As innovative beings, we are always finding new ways to efficiently use the technologies given to us, and nowadays, we are finding new ways to do it. Computers have been improving steadily throughout the years. Computer parts are getting much smaller and a lot faster when compared to before. Each newly released piece is also known to be more efficient than the previous models. But this isn’t enough for many of us.
We want to push certain parts to their limit. We want to push our computers beyond what they are capable of doing. One way we are forcing our computers to be more efficient is through a tech strategy known as overclocking.
What is Overclocking?
You might have heard of overclocking from your tech-savvy friend, but they haven’t gotten into explaining it to you entirely. Well, the easiest explanation of overclocking is forcing your computer to run beyond its given benchmark.
You see, various computers are held back because of different safety protocols. Many consumers certainly don’t want a PC that performs super-efficiently but only lasts for a few weeks. That’s not a good investment. This is why safety protocols are embedded within your computer parts so that they don’t end up destroying themselves from the inside.
When you overclock your computer, you’re technically lifting these safety protocols. Sounds dangerous, right? But not really. Given the right amount of knowledge, you can overclock your computer safely without jeopardizing its lifespan.
Why Overclock Your Computer?
Overclocking your computer can make it perform 20% faster on average. But there are many experts out there who can get more than just the average. However, the question still remains, why do you need that extra 20% performance speed?
For many people, overclocking is related to gaming. Do you have less-than-capable hardware to run a game at 4K resolution? No problem, overclock your system. But overclocking is not just related to gaming.
Many businesses also overclock some of their systems when the need arises. For example, animation companies might want to push the capabilities of some outdated hardware to get a project done. It can save them a decent amount of money until they get enough money to purchase a new rig for their employees.
A freelancer might want to overclock their PC because they want to edit videos and render them a lot faster. Overclocking is now related to many aspects of life, and it’s becoming a lot common among many PC and laptop users.
Basics of Overclocking
Technically, all computers have the capability of being overclocked. But not all of them can be done in a safe and proper manner. The basics of overclocking are getting the right parts for it and knowing the performance limit of your device.
Having the Right Parts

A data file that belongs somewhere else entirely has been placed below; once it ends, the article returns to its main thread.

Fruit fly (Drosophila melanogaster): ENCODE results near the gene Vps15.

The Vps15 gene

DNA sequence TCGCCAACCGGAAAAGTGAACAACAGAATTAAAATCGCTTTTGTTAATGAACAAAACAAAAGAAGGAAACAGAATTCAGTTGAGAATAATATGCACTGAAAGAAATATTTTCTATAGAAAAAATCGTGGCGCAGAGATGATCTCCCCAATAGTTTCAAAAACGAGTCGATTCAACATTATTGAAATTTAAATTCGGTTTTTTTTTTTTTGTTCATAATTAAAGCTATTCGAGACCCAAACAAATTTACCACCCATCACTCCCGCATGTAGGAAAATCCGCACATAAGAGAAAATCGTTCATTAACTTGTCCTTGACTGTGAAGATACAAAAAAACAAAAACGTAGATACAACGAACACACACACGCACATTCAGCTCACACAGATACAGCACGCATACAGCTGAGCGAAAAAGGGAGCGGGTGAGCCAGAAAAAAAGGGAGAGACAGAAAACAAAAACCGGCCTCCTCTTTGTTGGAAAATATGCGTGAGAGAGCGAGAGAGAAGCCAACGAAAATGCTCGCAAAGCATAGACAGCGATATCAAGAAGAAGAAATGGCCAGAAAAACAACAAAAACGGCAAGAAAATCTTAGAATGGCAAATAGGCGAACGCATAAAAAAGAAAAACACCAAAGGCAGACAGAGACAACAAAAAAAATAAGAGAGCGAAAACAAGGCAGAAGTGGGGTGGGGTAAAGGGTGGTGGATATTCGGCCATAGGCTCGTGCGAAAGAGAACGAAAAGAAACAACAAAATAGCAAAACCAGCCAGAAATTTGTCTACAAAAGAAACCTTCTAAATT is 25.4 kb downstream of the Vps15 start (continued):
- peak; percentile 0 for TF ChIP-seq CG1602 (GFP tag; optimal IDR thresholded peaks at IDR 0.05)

Not all computers or laptops are made to be overclocked. Most likely than not, you’re going to need a customized PC to overclock efficiently. Don’t worry, most of the things you need to overclock can be found online. You can build your rig with the help of a custom PC building website. Make sure you choose a reliable one and feel free to compare prices of overclocked PCs by checking various websites.
Get an SDD
Nowadays, most computers use an SDD to store files. If you still have an HDD, make sure to replace it with an SDD. This is because HDDs are known to “bottleneck” your entire setup. This essentially means that an old component can easily hinder your PC’s overclocked performance. In this case, the HDD. So make sure you replace it with an SDD.
Get an AMD Ryzen CPU
All AMD Ryzen series processors can be overclocked safely, and this should be your primary choice. However, if you’re more into Intel processors, you should look into parts labeled with a “K” or an “X.” These are the ones that are safe to overclock.
Lastly, you’re going to need a cooling system. The more advanced the setup, the more powerful the cooling system needs to be.
How to Overclock
Overclocking is a pretty simple process. First, restart your device. Once restarted, open your BIOS and look into something that’s labeled “CPU Clock Ratio” and “CPU Host Clock Control.” These labels can vary depending on the manufacturer, but they should be close to those labels. These settings are placed on “Auto,” and it’s up to you to change the overall clock speed.
You should only change it in small increments and stress-test your computer every time you change it. There are many apps you can download to stress-test. Some of these apps may come with your video card or processor, such as MSI Afterburner. Generally, it’s safe once your overall CPU performance has increased by more than 20%. We suggest you stay in that mark so that it won’t have too many lasting effects on your hardware.
These are just the basics of overclocking your computer. Once you’ve learned more about the various intricacies of such a process, you can start testing out new parts for overclocking to make your PC even more efficient.